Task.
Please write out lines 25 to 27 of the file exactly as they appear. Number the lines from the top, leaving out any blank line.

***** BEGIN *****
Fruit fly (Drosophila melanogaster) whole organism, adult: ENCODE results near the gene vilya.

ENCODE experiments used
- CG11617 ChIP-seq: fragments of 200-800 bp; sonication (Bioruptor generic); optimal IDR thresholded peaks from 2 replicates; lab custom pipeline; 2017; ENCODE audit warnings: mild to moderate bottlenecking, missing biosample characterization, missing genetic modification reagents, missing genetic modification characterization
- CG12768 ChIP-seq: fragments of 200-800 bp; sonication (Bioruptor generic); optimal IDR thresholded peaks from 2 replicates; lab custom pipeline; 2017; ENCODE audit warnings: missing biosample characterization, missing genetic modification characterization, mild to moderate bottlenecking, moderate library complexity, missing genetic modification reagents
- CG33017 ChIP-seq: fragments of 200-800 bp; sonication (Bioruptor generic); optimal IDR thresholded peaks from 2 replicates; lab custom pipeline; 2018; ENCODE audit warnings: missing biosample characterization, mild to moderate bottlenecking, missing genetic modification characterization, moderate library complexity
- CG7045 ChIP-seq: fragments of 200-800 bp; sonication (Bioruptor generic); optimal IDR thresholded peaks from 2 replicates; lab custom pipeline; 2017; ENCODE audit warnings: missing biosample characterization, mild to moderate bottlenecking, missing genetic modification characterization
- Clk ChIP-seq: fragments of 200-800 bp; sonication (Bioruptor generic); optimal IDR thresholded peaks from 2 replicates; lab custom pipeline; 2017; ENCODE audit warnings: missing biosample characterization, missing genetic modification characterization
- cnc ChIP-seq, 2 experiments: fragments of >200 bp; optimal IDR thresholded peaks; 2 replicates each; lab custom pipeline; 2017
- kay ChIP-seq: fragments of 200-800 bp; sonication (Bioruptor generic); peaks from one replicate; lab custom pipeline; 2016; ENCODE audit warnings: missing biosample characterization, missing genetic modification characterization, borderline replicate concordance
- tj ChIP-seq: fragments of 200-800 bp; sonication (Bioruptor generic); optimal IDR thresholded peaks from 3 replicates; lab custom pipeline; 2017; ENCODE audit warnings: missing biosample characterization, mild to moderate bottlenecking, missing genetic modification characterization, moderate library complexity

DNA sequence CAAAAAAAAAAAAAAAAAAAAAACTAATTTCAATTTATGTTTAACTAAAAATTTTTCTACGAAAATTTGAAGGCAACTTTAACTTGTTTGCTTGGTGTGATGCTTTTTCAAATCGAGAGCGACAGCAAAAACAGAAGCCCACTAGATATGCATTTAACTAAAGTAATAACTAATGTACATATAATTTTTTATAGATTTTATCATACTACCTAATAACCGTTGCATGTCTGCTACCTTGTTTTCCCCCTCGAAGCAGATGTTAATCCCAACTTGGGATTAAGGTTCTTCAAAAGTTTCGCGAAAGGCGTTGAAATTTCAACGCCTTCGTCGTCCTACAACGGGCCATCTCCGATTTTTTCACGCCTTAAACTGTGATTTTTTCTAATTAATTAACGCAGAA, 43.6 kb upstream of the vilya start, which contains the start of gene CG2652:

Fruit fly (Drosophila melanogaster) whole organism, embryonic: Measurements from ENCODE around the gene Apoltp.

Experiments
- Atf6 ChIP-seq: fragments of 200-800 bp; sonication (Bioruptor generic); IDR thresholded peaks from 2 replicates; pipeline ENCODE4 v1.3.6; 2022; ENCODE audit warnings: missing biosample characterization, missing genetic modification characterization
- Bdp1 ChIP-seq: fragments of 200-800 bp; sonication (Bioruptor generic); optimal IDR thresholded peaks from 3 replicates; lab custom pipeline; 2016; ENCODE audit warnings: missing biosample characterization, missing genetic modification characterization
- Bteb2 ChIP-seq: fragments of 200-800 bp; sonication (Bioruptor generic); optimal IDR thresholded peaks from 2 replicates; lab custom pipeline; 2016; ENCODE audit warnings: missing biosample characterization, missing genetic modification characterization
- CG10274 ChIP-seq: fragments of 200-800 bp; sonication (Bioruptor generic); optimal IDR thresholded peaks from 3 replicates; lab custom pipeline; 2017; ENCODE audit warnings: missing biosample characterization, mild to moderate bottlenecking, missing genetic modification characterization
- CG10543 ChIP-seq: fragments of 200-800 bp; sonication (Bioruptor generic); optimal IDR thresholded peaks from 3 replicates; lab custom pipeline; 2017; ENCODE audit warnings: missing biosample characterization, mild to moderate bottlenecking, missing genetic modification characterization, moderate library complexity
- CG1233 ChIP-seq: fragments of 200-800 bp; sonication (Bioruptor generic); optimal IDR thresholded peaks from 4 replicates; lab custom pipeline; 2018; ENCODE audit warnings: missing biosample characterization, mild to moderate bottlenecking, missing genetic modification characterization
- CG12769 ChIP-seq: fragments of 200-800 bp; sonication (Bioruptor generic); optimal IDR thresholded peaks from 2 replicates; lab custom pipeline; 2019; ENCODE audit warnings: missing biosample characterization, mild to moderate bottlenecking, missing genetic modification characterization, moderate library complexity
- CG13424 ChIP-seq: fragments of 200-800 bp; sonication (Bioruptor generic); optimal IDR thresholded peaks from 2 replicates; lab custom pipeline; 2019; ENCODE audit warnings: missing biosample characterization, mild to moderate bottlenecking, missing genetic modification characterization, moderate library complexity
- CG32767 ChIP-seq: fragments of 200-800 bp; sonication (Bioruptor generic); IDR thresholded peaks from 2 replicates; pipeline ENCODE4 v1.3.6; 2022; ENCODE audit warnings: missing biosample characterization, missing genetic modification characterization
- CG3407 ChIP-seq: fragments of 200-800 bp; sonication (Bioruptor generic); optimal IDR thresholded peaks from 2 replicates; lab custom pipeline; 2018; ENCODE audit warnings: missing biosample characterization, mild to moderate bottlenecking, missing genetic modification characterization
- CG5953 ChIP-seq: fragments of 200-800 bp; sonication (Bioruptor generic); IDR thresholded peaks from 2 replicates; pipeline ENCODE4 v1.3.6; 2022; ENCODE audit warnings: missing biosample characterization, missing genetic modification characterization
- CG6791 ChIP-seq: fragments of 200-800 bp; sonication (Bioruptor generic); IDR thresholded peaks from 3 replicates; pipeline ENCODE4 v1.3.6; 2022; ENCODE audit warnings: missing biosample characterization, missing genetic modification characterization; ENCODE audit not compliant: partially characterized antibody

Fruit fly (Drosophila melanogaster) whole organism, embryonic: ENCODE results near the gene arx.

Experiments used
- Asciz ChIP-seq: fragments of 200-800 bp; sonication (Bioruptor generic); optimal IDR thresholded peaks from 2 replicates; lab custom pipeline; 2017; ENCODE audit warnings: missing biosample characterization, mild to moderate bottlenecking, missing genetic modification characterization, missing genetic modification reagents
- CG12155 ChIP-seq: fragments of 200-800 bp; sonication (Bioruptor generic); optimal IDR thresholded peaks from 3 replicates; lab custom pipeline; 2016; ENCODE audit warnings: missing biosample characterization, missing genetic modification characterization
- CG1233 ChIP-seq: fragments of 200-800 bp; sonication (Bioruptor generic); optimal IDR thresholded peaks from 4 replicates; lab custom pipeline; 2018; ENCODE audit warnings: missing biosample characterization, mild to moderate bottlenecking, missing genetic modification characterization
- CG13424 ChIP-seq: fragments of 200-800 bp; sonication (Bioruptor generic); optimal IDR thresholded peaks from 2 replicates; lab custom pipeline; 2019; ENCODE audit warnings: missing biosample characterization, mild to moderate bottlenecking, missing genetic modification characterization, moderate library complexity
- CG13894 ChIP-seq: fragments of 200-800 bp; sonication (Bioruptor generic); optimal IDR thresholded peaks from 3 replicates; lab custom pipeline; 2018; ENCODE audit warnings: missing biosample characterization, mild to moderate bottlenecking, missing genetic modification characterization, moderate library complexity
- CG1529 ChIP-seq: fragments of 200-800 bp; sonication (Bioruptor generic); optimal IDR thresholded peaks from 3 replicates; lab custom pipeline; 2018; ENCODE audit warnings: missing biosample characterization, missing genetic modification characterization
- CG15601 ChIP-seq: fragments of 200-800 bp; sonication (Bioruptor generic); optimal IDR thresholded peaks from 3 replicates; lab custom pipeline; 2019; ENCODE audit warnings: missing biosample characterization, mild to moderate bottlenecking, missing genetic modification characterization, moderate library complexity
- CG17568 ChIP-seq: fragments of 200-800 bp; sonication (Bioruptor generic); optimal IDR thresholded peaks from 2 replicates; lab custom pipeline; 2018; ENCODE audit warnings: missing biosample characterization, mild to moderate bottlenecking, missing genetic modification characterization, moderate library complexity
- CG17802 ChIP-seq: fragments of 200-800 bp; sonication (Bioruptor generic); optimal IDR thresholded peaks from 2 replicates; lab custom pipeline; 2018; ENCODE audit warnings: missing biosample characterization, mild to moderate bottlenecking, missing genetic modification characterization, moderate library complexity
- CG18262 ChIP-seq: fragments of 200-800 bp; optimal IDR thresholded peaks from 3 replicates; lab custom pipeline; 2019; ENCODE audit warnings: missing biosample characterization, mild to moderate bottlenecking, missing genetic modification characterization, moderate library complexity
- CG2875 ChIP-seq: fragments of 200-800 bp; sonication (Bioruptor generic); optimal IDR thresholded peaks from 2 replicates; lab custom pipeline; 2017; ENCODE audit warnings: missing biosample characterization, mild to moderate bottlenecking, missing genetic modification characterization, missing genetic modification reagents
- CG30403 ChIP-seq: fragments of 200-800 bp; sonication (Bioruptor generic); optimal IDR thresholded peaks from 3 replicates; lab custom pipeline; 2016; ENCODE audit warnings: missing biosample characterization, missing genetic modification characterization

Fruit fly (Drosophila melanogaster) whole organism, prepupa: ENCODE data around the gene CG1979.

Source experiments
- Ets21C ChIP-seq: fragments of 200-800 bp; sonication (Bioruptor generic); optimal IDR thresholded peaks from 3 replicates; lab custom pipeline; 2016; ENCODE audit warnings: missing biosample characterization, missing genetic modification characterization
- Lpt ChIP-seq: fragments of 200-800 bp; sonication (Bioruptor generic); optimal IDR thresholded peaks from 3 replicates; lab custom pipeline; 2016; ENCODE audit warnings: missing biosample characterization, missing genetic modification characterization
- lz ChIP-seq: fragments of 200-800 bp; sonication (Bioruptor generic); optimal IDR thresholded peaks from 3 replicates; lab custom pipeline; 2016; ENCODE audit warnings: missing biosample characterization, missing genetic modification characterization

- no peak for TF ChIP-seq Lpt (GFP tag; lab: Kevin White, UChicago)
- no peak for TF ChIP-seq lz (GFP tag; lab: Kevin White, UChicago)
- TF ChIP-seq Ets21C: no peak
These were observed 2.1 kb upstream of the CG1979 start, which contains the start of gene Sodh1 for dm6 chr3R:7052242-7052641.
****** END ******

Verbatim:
- CG6791 ChIP-seq: fragments of 200-800 bp; sonication (Bioruptor generic); IDR thresholded peaks from 3 replicates; pipeline ENCODE4 v1.3.6; 2022; ENCODE audit warnings: missing biosample characterization, missing genetic modification characterization; ENCODE audit not compliant: partially characterized antibody

Fruit fly (Drosophila melanogaster) whole organism, embryonic: ENCODE results near the gene arx.

Experiments used